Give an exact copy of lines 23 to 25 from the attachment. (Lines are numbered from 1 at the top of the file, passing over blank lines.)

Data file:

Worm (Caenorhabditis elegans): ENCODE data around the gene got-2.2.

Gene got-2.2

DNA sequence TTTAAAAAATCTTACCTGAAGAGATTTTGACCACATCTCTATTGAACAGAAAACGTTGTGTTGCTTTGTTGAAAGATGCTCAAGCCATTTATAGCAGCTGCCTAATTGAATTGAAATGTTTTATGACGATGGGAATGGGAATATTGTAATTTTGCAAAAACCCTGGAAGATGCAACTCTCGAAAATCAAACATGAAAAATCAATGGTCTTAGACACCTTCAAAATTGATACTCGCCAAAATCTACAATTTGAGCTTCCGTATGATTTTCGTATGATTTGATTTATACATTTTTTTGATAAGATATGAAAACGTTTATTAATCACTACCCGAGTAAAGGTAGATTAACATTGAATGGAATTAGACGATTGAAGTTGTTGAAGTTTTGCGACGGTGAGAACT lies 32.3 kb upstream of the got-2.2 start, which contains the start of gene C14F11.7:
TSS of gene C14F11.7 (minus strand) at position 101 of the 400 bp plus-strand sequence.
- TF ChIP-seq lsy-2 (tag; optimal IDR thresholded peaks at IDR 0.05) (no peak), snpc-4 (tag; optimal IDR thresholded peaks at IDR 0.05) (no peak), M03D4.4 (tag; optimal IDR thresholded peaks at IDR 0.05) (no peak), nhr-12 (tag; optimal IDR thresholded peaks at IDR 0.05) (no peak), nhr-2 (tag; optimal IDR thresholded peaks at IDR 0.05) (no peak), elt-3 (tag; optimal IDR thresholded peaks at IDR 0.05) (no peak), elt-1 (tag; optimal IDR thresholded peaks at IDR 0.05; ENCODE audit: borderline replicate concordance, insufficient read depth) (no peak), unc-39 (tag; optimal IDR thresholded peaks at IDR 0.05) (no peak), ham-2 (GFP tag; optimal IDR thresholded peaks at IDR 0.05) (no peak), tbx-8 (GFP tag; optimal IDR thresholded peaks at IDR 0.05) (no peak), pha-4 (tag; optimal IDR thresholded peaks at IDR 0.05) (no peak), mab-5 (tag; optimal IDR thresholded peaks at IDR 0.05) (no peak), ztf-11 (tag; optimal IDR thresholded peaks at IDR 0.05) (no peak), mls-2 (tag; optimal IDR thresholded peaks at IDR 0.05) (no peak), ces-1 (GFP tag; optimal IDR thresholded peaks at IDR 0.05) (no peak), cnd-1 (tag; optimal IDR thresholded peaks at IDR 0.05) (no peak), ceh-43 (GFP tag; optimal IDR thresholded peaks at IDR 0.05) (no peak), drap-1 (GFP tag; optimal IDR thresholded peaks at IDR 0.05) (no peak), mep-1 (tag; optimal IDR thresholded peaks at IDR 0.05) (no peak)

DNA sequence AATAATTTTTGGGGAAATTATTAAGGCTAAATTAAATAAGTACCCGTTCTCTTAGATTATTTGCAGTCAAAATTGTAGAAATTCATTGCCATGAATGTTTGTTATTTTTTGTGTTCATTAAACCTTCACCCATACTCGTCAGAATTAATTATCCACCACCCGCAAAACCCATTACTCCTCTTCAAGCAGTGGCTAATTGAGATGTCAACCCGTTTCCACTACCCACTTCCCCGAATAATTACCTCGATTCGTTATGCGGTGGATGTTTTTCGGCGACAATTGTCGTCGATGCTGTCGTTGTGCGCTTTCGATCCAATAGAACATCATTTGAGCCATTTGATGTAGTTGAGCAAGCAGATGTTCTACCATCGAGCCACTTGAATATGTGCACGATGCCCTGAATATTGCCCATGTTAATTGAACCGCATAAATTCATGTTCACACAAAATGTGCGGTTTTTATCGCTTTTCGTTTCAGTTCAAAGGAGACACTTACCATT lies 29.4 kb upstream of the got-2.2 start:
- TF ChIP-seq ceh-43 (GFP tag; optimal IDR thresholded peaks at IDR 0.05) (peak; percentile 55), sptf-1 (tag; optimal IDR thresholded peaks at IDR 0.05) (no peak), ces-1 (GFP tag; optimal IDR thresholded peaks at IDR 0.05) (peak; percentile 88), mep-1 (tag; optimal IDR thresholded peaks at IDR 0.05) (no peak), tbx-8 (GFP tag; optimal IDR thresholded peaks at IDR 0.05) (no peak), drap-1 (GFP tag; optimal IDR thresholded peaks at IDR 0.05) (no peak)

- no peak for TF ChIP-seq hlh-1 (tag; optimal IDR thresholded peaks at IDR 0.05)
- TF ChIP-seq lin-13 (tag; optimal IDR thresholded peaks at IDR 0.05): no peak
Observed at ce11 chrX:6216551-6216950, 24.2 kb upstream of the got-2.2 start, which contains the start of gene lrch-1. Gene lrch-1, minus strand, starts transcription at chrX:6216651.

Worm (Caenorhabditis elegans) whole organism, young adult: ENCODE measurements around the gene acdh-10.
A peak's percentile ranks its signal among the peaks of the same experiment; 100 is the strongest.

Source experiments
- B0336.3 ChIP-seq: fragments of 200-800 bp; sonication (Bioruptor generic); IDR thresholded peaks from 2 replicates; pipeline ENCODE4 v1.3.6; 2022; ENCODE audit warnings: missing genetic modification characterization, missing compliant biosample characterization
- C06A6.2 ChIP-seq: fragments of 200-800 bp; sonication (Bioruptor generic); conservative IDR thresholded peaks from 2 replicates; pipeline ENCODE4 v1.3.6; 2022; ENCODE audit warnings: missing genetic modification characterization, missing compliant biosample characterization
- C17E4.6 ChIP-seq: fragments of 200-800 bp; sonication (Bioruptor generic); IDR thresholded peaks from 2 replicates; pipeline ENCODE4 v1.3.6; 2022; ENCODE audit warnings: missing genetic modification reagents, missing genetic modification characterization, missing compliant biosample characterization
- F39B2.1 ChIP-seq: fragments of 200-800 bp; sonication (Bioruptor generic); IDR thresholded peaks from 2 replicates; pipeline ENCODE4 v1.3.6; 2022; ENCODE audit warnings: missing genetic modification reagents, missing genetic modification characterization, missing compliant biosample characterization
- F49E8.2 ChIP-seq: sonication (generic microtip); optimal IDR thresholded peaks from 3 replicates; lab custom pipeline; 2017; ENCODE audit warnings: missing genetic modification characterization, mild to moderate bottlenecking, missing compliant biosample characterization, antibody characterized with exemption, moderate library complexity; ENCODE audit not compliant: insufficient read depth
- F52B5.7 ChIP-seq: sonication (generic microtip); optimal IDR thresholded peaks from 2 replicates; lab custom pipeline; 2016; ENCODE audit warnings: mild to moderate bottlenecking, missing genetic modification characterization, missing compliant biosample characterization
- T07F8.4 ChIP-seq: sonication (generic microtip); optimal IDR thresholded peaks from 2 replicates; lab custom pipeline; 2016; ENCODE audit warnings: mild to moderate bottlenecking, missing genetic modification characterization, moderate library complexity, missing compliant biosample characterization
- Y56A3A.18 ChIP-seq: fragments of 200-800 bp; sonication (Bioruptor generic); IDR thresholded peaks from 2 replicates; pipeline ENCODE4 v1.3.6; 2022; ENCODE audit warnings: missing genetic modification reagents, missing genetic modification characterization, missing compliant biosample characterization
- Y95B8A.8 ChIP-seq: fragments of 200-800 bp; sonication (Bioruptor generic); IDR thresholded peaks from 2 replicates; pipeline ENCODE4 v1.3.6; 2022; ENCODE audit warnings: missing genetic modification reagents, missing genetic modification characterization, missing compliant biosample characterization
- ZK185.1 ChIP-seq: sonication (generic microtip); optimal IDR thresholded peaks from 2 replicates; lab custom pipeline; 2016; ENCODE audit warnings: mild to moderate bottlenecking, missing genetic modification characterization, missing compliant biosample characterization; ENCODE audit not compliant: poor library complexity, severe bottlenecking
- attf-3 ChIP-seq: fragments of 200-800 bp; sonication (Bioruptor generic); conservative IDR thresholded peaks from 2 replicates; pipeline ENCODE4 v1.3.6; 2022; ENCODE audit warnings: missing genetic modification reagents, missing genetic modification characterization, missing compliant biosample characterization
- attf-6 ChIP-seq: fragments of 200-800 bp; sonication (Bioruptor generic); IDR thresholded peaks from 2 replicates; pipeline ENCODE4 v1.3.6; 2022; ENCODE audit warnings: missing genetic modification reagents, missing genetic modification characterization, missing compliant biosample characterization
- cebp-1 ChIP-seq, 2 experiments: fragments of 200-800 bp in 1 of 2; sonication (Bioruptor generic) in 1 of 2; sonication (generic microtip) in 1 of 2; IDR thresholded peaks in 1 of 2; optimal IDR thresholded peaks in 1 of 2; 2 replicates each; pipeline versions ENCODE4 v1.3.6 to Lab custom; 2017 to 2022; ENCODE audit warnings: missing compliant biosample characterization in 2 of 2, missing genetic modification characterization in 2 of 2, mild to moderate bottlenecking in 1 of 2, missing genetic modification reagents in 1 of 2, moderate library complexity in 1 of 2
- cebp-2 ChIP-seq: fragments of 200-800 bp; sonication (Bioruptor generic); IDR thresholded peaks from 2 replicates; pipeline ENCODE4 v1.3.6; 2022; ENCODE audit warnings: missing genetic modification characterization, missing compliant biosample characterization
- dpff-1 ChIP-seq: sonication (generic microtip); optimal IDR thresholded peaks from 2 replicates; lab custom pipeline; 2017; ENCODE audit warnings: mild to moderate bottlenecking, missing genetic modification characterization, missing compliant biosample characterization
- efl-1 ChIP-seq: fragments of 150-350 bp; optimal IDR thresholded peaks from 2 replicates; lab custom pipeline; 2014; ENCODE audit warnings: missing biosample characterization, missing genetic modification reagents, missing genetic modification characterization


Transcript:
- ZK185.1 ChIP-seq: sonication (generic microtip); optimal IDR thresholded peaks from 2 replicates; lab custom pipeline; 2016; ENCODE audit warnings: mild to moderate bottlenecking, missing genetic modification characterization, missing compliant biosample characterization; ENCODE audit not compliant: poor library complexity, severe bottlenecking
- attf-3 ChIP-seq: fragments of 200-800 bp; sonication (Bioruptor generic); conservative IDR thresholded peaks from 2 replicates; pipeline ENCODE4 v1.3.6; 2022; ENCODE audit warnings: missing genetic modification reagents, missing genetic modification characterization, missing compliant biosample characterization
- attf-6 ChIP-seq: fragments of 200-800 bp; sonication (Bioruptor generic); IDR thresholded peaks from 2 replicates; pipeline ENCODE4 v1.3.6; 2022; ENCODE audit warnings: missing genetic modification reagents, missing genetic modification characterization, missing compliant biosample characterization